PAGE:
Chapter 14a

Ohmic and non-ohmic conductors

Conductors allow the flow of charge. A current in a metal conductor is the movement of negatively charged electrons from one point to another. The movement of charge transfers energy.
The direction of the conventional current flow is the direction in which a positive charge would move in a circuit from the positive terminal of the battery. Current flow is measured using an ammeter placed in series.

One ampere of current is one coulomb of charge flowing for one second.

For current to flow there must be two things:
an energy source and
an uninterrupted conducting path for current.

Usually there is also a load, a light bulb for example, where the electrical energy is transformed into another useful form such as light or heat.

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Components in a circuit use energy, they oppose current flow. This opposition is the resistance of the component measured in ohms. Conductors in which there is a linear relationship between applied voltage and current flow are said to be ohmic. The resistance for ohmic conductors can be found from the gradient of the voltage-current graph or using the following formula of Ohmís law:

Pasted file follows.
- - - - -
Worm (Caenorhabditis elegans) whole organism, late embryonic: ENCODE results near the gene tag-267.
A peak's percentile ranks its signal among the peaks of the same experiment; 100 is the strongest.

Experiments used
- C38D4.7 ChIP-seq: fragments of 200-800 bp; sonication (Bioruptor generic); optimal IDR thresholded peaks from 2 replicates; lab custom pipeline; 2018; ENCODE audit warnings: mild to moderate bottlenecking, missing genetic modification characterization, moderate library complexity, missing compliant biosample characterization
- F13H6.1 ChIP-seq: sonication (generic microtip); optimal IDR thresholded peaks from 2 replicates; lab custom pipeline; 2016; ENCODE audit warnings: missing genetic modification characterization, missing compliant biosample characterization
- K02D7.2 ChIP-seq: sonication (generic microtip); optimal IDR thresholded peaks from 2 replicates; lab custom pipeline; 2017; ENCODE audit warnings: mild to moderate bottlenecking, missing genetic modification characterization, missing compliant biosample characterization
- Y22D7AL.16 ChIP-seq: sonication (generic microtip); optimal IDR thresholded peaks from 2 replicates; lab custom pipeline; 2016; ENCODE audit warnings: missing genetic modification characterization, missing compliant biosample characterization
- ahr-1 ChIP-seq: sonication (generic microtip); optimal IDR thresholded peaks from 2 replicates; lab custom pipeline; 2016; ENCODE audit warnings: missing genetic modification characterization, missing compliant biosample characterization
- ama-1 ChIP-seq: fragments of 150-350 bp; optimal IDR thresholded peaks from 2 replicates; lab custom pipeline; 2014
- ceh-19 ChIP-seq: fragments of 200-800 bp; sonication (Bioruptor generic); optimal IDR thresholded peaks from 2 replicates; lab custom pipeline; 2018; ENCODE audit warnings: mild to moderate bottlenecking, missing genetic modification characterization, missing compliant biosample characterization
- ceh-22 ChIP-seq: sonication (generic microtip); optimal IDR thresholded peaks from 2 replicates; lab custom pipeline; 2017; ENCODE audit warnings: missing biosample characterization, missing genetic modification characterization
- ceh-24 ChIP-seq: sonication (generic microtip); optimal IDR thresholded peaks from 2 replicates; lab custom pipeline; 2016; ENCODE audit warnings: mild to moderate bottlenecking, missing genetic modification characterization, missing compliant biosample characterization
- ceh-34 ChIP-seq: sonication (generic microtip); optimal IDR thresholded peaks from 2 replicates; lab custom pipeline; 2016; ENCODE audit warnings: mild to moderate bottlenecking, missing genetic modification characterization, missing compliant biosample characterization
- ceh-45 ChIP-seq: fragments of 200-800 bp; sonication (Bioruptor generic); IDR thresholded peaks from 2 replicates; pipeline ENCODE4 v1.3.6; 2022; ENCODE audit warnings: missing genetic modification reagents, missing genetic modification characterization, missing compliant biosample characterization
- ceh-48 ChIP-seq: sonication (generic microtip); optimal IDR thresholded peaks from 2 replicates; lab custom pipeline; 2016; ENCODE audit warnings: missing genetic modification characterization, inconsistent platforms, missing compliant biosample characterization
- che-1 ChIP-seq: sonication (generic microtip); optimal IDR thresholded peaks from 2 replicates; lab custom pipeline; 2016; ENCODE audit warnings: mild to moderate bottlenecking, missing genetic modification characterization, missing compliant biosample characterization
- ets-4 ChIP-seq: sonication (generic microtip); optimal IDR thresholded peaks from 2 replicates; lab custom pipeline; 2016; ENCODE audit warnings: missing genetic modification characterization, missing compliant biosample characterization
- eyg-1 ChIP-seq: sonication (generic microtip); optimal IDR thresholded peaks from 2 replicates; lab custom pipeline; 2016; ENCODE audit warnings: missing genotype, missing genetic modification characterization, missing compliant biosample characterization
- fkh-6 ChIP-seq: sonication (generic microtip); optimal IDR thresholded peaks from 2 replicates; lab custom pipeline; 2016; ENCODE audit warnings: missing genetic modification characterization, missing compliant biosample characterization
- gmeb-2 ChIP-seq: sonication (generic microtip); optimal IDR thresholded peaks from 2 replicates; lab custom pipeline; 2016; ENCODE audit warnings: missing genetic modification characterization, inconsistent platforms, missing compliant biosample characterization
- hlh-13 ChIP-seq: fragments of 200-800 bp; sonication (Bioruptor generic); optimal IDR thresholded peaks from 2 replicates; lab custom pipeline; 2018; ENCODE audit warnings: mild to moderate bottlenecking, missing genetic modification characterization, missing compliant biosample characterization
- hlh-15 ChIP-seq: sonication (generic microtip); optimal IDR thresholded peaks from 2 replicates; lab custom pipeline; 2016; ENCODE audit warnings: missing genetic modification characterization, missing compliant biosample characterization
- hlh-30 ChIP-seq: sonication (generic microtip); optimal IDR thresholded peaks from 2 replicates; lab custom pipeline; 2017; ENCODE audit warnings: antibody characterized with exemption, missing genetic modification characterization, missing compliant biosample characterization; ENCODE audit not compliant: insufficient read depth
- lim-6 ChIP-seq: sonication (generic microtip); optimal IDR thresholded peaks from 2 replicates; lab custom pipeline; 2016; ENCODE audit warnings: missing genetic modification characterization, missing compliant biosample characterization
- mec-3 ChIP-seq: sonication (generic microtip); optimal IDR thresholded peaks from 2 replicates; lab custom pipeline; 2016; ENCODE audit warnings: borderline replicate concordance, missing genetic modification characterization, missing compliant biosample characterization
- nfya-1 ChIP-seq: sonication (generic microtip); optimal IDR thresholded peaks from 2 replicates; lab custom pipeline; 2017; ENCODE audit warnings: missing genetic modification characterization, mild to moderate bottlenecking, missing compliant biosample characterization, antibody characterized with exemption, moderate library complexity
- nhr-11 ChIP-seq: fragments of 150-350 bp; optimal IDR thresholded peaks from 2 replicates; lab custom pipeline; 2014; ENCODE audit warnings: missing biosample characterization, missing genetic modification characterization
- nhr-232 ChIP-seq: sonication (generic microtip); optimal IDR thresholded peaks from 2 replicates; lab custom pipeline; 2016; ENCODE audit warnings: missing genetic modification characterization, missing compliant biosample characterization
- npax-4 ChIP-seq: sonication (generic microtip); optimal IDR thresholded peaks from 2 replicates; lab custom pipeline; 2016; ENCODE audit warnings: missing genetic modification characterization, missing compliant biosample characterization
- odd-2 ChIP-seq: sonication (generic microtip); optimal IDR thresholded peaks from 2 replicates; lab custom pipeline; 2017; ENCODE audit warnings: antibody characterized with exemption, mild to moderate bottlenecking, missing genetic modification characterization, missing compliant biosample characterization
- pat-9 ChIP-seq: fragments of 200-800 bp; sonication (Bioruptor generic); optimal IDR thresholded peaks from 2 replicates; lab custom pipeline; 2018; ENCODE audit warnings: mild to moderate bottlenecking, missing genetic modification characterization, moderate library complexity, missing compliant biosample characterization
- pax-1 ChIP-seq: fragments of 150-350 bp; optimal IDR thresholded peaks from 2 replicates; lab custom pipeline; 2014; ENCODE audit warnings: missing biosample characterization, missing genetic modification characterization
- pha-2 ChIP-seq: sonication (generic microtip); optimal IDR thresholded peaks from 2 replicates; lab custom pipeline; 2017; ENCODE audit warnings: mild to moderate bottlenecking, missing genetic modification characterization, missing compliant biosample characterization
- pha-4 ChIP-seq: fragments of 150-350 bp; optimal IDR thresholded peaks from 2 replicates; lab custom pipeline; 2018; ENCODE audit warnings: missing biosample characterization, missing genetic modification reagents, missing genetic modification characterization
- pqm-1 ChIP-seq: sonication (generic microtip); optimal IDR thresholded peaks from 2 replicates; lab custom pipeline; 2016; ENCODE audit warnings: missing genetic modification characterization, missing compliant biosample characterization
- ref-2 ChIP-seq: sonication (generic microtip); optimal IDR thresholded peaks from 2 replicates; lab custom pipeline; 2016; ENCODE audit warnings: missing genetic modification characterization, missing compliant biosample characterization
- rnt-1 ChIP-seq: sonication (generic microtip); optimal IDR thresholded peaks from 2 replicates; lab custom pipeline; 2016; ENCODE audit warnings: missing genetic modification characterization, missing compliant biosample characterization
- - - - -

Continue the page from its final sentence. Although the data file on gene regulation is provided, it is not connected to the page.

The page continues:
The resistance of a conductor depends on its material, its length and its area of cross-section:

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This is how temperature alters the resistance in different materials.

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Ohmic conductors have a linear relationship between voltage and current, but non-ohmic conductors do not.

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For non-ohmic conductors, the resistance cannot be found from the gradient of the voltage-current graph. The resistance has to be calculated by using corresponding voltage and current values.

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